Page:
Monday, April 09, 2007

Idiot Strings

Upon finding my blog (ie. being ordered by me to read it) most people ask "What are idiot strings?"

I can't blame them for not knowing. When I used idiot strings, I didn't have a name for them, and it was long after I used them that I learned that that's what they are called.

So what are they? They're the strings that are threaded through the sleeves of your winter jacket and tied to your mittens so that you don't lose them. (I'm not an expert on parenting, but I imagine it's probably best not to call them idiot strings to your kids).

It's probably a good thing that I had them. Even still, at least once per year, I would lose my mittens if I didn't have a friend around to act as virtual idiot strings. Not only that, but it seems that I could use them for a few other day-to-day items. She with whom I am in most regular contact knows that my pen frequently goes missing, sometimes for days at a time. Just this morning, I got a knock on the door informing me that my keys were still in door to my apartment, and the front office staff in the math department recognize the "I've locked myself out of the office again" look.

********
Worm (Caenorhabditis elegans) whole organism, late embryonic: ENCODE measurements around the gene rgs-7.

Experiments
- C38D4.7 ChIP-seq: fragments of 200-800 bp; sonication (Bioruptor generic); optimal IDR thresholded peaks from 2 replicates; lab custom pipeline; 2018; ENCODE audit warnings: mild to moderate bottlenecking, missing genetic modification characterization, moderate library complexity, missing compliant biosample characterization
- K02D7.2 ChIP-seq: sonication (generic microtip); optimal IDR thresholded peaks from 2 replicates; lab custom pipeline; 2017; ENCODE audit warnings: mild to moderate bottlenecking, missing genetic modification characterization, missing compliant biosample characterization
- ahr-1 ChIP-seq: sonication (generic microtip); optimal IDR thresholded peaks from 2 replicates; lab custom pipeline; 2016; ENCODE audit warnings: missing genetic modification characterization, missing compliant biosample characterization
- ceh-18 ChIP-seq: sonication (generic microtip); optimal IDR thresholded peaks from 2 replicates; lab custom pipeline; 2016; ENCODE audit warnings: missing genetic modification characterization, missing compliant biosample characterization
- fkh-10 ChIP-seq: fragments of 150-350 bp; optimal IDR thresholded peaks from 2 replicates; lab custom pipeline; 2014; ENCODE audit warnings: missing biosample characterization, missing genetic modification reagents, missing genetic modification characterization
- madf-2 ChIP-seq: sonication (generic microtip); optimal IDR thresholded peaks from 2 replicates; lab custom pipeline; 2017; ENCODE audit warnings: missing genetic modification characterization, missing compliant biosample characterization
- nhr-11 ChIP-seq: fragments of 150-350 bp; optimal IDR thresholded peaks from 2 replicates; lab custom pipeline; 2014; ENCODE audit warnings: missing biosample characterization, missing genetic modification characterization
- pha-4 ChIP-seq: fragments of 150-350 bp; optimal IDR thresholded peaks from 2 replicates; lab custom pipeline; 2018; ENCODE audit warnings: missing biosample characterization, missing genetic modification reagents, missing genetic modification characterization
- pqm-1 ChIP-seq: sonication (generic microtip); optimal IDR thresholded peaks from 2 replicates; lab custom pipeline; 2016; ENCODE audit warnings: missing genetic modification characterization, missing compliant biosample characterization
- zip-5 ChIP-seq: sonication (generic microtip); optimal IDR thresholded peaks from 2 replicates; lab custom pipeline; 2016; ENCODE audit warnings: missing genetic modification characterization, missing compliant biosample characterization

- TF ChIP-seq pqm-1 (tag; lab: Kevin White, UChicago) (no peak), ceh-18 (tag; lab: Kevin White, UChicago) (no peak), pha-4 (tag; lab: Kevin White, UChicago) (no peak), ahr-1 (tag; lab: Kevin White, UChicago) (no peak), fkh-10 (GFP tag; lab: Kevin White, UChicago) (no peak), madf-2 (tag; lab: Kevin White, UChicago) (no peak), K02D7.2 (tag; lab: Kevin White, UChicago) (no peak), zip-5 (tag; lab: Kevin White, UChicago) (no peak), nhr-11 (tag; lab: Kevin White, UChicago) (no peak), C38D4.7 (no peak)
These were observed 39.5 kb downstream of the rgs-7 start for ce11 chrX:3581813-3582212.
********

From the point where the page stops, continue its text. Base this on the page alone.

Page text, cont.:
According to my dictionary (Canadian Oxford), "idiot string" is a Canadian term, even though few Canadians seem to actually know what they are, and before my blog became the online hit that it is (averaging 11 page loads and 7 unique visitors per day! w00t! Take that google, microsoft network, and yahoo!) googling for idiot strings brought you to a bunch of sites all of which seemed to be located in the US. Hooray for national self-misconceptions! (I think we can be pretty sure that "toque" will always be ours though.)

Meanwhile, nobody on the internet seems to know what idiot handles are. You get a prize if you can (a) give the correct definition of idiot handle and (b) find an internet site where the term is used correctly.

1 comment:

Erica said...

According to http://www.ivwheelmn.org/newsletters/april2007.pdf, idiot handles are "gimmicky brake assist units that allow rider to brake from tops of bars."